It is so easy for humans to HATE other people and seek revenge for any wrongdoings. It is a trap many cannot overcome. I, on the other hand, cannot seem to give hatred the space to be planted within the confines of my heart. I was born without that ability no matter how much it is deserved in the eyes of other humans.


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Ah, the funeral. Victor’s father would not let me plan the funeral. Yes, as his wife I could have called the funeral home and taken over by law. But they all already hated me, I did not want to add fuel to the fire. I knew I did not have the money to pay for the funeral and his father stepped up to do so, therefore, I did not argue the point.

Our son had decided he did not want to attend the viewing or the funeral at all. I respected his wishes and did not force him. I was hesitant to take my daughter but ultimately decided it was something I had to do. This was after all her father and like me, she still loved him dearly. I knew that without taking her, I would not be able to explain death or the fact that she would never be able to see him again.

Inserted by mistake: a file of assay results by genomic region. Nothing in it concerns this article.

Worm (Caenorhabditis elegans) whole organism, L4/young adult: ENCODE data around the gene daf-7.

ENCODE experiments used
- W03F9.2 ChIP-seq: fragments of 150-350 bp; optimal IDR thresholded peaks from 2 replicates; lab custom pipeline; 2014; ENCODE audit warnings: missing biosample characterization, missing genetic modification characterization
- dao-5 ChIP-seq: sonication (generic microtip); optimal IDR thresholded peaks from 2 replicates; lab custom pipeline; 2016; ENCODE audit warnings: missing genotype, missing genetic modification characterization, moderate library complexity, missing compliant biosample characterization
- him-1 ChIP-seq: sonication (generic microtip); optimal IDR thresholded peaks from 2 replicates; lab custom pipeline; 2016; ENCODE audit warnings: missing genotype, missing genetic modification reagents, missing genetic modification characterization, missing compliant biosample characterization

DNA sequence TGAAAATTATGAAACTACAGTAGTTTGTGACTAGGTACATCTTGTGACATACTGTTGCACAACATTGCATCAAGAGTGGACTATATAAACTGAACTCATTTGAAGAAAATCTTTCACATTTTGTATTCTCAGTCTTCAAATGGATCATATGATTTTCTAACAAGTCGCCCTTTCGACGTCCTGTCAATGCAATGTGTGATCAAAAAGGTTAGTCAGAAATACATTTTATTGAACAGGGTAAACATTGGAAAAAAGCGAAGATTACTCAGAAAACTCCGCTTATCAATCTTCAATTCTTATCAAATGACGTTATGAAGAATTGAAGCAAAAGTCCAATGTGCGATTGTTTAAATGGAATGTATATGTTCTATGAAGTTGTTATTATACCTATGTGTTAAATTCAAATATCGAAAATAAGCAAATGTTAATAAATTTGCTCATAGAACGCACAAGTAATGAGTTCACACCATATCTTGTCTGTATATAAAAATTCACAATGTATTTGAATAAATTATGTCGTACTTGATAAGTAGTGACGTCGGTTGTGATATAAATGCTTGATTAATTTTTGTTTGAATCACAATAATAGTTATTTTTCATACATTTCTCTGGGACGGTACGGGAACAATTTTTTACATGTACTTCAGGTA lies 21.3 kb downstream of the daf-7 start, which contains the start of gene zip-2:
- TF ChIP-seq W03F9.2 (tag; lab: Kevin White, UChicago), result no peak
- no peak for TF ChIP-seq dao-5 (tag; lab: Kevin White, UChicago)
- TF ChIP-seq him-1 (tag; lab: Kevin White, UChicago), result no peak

Two members of my family stepped up to the plate when needed most and went with my daughter and myself to the viewing and the funeral. My grandfather and my sister. That’s it. Just two members of my family decided to pay their respects and be there for moral support. I had been with this man for 9-10 years. He was a part of our family. Yet, only two people thought it necessary to pay their respects because of the situation.

Upon arriving for the viewing the day before the funeral we were granted our private time with my husband. My daughter had drawn a picture of a tombstone with her daddy’s name and her standing beside it holding a flower and crying. She wanted to give it to her daddy. So I placed it in the casket under his arm and we stood there crying, grieving and saying our goodbyes as I tried to also explain death to my daughter and answer her questions.